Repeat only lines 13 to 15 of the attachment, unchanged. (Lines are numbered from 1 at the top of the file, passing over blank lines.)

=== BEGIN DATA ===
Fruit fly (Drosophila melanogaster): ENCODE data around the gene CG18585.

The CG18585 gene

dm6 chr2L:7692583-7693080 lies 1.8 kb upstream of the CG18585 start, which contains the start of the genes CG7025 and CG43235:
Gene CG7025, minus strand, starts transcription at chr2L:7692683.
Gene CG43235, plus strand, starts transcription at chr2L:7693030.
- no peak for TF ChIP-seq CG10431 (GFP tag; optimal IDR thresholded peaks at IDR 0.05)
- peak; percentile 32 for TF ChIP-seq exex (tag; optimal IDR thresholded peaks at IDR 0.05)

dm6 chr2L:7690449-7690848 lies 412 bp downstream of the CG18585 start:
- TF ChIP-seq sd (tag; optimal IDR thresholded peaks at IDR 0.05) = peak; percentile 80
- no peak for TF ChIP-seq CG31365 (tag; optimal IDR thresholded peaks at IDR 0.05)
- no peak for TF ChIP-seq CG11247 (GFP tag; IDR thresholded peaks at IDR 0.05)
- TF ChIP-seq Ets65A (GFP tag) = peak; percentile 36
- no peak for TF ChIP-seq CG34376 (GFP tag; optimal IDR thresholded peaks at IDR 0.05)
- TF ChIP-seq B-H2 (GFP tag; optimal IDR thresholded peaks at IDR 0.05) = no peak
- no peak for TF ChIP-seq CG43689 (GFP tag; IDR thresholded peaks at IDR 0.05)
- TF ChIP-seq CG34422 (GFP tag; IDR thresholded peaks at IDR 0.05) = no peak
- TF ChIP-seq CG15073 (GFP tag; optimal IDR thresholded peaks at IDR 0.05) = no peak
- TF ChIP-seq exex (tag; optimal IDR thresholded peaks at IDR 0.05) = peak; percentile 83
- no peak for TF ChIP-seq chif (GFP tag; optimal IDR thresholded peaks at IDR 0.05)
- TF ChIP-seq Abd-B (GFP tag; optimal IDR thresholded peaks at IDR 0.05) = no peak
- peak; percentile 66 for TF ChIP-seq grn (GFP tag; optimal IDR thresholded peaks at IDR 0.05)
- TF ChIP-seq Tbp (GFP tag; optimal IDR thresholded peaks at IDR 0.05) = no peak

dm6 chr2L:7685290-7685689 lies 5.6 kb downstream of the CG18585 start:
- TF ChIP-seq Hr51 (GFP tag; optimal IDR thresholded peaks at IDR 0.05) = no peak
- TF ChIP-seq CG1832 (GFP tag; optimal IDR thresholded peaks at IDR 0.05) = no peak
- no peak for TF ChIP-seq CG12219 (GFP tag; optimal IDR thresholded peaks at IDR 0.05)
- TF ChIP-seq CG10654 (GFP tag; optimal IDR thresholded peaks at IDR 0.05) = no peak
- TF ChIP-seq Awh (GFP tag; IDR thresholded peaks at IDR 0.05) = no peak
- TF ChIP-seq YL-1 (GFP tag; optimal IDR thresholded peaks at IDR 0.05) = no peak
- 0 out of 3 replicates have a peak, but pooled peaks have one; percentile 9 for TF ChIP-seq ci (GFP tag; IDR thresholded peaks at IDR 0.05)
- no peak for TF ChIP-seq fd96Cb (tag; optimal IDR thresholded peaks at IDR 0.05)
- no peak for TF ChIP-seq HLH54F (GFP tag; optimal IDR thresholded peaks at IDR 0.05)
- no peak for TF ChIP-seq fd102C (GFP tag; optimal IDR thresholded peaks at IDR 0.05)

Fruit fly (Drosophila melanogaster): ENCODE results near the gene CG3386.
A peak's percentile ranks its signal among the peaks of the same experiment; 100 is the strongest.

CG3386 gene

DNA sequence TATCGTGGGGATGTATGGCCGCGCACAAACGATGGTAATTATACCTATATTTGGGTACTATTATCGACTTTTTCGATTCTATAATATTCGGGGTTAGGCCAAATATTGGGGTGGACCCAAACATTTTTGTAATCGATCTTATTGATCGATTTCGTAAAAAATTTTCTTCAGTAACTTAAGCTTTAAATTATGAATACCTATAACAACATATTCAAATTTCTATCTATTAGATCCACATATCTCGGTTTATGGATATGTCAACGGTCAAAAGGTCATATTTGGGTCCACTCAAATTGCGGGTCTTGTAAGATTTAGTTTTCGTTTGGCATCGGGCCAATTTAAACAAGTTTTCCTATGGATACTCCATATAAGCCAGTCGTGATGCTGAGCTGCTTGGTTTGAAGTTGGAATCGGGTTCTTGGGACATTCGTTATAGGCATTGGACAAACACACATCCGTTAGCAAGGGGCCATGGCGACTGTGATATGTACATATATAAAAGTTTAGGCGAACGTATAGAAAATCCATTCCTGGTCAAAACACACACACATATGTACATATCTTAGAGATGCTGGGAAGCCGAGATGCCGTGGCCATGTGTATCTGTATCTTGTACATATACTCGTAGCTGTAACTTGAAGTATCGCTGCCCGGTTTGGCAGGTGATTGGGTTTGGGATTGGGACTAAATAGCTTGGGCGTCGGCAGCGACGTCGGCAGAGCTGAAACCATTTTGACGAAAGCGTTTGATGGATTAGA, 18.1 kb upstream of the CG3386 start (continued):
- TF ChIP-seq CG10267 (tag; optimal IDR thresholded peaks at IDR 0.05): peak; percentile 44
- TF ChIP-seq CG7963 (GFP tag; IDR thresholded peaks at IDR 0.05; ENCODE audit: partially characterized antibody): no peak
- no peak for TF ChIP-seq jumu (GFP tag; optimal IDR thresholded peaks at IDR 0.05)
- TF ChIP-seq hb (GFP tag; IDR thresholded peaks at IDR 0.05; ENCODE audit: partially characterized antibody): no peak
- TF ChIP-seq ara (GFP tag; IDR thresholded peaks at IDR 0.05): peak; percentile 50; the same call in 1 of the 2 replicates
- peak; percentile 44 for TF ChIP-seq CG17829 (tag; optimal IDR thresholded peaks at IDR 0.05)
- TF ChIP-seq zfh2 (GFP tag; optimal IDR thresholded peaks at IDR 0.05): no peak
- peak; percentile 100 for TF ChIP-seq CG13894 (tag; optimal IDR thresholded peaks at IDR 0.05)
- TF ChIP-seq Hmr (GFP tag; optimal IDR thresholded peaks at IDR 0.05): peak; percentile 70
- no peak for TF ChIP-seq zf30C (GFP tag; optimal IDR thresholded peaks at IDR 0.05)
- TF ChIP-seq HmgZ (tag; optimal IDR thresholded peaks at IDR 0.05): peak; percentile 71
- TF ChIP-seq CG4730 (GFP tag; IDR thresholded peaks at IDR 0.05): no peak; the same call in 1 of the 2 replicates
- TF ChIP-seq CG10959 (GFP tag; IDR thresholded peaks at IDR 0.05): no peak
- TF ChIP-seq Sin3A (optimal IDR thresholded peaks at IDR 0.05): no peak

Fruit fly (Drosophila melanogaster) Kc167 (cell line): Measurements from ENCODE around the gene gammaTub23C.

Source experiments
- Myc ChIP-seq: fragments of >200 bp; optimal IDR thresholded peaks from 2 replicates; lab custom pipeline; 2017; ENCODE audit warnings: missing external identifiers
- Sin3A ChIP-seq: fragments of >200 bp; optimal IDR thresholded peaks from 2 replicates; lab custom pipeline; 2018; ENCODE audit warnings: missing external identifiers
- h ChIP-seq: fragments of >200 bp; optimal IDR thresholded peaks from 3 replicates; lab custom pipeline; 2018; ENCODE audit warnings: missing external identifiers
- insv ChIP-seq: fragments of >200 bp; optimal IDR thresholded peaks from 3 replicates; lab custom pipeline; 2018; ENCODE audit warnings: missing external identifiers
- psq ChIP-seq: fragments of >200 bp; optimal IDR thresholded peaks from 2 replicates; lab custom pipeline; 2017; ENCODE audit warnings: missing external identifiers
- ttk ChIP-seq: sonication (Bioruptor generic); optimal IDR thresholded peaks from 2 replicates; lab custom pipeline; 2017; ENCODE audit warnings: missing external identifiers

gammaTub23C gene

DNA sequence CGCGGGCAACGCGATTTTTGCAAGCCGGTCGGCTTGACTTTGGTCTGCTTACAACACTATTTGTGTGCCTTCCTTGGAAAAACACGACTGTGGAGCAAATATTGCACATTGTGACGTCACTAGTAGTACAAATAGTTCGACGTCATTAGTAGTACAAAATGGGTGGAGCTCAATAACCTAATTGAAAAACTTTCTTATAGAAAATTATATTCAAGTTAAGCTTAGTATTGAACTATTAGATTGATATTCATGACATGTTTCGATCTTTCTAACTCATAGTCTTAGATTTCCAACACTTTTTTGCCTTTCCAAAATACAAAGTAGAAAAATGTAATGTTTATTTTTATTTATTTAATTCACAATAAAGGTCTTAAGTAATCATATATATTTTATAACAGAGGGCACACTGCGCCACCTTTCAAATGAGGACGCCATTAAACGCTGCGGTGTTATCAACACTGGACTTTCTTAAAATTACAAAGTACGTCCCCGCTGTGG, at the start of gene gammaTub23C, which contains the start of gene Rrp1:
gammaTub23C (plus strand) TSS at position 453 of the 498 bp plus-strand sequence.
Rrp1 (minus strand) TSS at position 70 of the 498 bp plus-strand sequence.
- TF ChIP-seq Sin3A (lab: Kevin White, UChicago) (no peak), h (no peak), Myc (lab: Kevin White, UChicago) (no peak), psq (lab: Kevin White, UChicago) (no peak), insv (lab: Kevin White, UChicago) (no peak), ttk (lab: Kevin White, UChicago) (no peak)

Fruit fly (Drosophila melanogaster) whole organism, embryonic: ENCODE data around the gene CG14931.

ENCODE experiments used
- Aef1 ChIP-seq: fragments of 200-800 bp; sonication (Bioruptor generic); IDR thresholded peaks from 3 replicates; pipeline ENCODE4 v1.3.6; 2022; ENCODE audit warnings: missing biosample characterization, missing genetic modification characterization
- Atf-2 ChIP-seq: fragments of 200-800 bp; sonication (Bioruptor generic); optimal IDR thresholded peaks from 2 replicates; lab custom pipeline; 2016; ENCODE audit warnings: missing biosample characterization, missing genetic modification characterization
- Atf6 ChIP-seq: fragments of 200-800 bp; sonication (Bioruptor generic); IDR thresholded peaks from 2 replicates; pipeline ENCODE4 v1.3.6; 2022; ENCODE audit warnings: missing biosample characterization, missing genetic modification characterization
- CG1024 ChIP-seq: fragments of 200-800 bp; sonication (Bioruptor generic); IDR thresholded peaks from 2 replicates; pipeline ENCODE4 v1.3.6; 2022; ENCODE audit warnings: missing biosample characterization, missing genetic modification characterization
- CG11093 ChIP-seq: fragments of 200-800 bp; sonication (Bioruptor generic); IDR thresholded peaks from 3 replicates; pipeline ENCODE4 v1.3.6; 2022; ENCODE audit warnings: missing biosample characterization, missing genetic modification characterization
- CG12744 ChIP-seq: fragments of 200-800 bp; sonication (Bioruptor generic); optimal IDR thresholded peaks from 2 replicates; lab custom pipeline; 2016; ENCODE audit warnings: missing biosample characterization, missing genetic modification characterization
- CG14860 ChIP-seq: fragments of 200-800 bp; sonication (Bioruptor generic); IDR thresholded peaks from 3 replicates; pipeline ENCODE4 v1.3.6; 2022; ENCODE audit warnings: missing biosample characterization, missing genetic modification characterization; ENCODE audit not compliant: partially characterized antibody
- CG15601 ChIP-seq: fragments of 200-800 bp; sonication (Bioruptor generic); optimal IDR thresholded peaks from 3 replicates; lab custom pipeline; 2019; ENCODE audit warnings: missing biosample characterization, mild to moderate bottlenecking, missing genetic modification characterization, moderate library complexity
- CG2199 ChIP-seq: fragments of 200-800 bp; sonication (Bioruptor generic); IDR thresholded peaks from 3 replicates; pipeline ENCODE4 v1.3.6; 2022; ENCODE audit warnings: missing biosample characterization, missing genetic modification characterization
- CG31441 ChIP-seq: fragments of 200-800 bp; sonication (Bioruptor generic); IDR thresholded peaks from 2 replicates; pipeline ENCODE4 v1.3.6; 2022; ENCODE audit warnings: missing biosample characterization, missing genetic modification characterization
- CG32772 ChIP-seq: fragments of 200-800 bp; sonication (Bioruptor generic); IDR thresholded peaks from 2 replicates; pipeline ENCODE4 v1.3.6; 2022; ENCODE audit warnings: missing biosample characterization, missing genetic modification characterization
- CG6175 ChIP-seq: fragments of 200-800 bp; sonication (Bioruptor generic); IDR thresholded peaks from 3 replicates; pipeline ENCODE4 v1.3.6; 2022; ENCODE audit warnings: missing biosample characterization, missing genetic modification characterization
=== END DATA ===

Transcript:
- no peak for TF ChIP-seq CG34376 (GFP tag; optimal IDR thresholded peaks at IDR 0.05)
- TF ChIP-seq B-H2 (GFP tag; optimal IDR thresholded peaks at IDR 0.05) = no peak
- no peak for TF ChIP-seq CG43689 (GFP tag; IDR thresholded peaks at IDR 0.05)